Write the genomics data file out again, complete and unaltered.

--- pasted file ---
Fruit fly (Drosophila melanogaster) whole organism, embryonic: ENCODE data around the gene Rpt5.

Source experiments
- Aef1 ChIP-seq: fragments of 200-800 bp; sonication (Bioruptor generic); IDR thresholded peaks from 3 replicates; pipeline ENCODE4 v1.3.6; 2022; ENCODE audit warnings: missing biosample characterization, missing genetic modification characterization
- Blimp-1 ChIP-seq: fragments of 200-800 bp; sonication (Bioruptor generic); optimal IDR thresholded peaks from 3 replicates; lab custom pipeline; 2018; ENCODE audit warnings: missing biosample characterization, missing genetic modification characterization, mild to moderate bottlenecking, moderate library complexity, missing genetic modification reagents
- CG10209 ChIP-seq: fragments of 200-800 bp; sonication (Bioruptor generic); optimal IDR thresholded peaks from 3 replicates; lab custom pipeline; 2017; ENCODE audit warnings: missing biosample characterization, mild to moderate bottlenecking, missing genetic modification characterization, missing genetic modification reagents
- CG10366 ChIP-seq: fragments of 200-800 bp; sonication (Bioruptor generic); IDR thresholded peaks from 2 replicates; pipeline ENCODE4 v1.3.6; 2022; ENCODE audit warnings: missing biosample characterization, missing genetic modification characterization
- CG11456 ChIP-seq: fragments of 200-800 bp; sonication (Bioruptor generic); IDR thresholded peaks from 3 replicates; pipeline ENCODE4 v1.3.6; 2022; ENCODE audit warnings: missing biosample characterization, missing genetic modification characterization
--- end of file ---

Fruit fly (Drosophila melanogaster) whole organism, embryonic: ENCODE data around the gene Rpt5.

Source experiments
- Aef1 ChIP-seq: fragments of 200-800 bp; sonication (Bioruptor generic); IDR thresholded peaks from 3 replicates; pipeline ENCODE4 v1.3.6; 2022; ENCODE audit warnings: missing biosample characterization, missing genetic modification characterization
- Blimp-1 ChIP-seq: fragments of 200-800 bp; sonication (Bioruptor generic); optimal IDR thresholded peaks from 3 replicates; lab custom pipeline; 2018; ENCODE audit warnings: missing biosample characterization, missing genetic modification characterization, mild to moderate bottlenecking, moderate library complexity, missing genetic modification reagents
- CG10209 ChIP-seq: fragments of 200-800 bp; sonication (Bioruptor generic); optimal IDR thresholded peaks from 3 replicates; lab custom pipeline; 2017; ENCODE audit warnings: missing biosample characterization, mild to moderate bottlenecking, missing genetic modification characterization, missing genetic modification reagents
- CG10366 ChIP-seq: fragments of 200-800 bp; sonication (Bioruptor generic); IDR thresholded peaks from 2 replicates; pipeline ENCODE4 v1.3.6; 2022; ENCODE audit warnings: missing biosample characterization, missing genetic modification characterization
- CG11456 ChIP-seq: fragments of 200-800 bp; sonication (Bioruptor generic); IDR thresholded peaks from 3 replicates; pipeline ENCODE4 v1.3.6; 2022; ENCODE audit warnings: missing biosample characterization, missing genetic modification characterization